Don't Sweat the Small Stuff and It's All Small Stuff: Simple Ways to Keep the Little Things from Taking Over Your Life Paperback – Jan 16 1997
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Got a stress case in your life? Of course you do: "Without question, many of us have mastered the neurotic art of spending much of our lives worrying about a variety of things all at once." Carlson's cheerful book aims to make us stop and smell--if not roses--whatever is sitting in front of our noses. Don't Sweat the Small Stuff... offers 100 meditations designed to make you appreciate being alive, keep your emotions (especially anger and dissatisfaction) in proper perspective, and cherish other people as the unique miracles they are. It's an owner's manual of the heart, and if you follow the directions, you will be a happier, more harmonious person. Like Stairmasters, oat bran, and other things that are good for you, the meditations take discipline. Even so, some of the strategies are kind of fun: "Imagine the people in your life as tiny infants and as 100-year-old adults." The trouble is, once you start, it's hard to stop.
From Library Journal
Stress consultant Carlson reads his self-help guide with conviction, his gentle voice clear and persuasive. He presents common-sense advice for living a less hectic and more meaningful, loving life. His essential message is that we get caught up in minutiae, "the small stuff," and never get around to doing what makes us or our loved ones happy. He advises readers to engage in such small acts as paying someone a compliment daily, putting a lid on keeping track of who does what around the house, and writing a letter to a friend. Carlson urges small daily changes and uses examples of improvement from his own life to show how the advice works, making the book ideally suited to the audio format. Tape quality is excellent. Recommended for public libraries.?Nancy R. Ives, SUNY at Geneseo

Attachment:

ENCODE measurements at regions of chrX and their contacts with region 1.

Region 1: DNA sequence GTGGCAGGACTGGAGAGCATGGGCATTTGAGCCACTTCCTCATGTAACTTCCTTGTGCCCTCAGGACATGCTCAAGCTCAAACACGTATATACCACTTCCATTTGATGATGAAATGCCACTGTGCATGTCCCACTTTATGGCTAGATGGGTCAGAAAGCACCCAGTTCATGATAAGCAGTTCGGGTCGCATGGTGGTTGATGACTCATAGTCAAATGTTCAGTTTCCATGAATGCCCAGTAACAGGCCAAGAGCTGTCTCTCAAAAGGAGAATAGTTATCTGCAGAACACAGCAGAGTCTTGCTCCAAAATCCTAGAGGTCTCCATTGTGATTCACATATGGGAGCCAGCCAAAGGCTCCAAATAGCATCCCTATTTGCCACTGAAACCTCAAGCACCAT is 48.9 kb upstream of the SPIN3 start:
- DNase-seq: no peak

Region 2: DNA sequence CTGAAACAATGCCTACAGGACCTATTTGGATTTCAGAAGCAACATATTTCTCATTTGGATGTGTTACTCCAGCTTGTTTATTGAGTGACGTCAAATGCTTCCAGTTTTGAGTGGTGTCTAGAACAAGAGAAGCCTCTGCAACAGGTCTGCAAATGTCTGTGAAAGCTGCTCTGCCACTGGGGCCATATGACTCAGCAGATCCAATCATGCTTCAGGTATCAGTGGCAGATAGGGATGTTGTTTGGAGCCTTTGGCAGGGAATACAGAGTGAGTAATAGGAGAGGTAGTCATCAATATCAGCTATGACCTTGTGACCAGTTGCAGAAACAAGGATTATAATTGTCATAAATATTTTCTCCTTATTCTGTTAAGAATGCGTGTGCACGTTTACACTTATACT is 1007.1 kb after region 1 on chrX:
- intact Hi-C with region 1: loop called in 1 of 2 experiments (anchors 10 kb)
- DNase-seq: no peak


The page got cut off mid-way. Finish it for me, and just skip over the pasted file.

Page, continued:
Copyright 1998 Reed Business Information, Inc. --This text refers to an out of print or unavailable edition of this title.
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Top Customer Reviews
A classic that lives on, I give it 5 stars for its timeless values and inspiration. Readers interested in other inspirational books might also like The Sixty-Second Motivator as well.
You'll want to have a copy on your desk and start the day with one of the many capsules provided Richard Carlson. And despite the simplicity of the advice you will reap big dividends in understanding yourself and others.
"Surrender to the fact that life isn't fair" reads one chapter-heading, "Allow yourself to be bored" is another. Each little bit of wisdom will give you food for thought and provide a way, one issue at a time, of tackling some of the frustrating and self-defeating behavior patterns we all suffer from.
Now, I don't want to tell you to put this little tome on the top of the toilet-tank, but that's exactly what I've done. It's been sitting there for more that a year now and, once a day, I sit down and read one of Carson's two-pagers. And every morning, when I walk out the door, I'm that little bit more prepared to confront both myself and the big, bad world.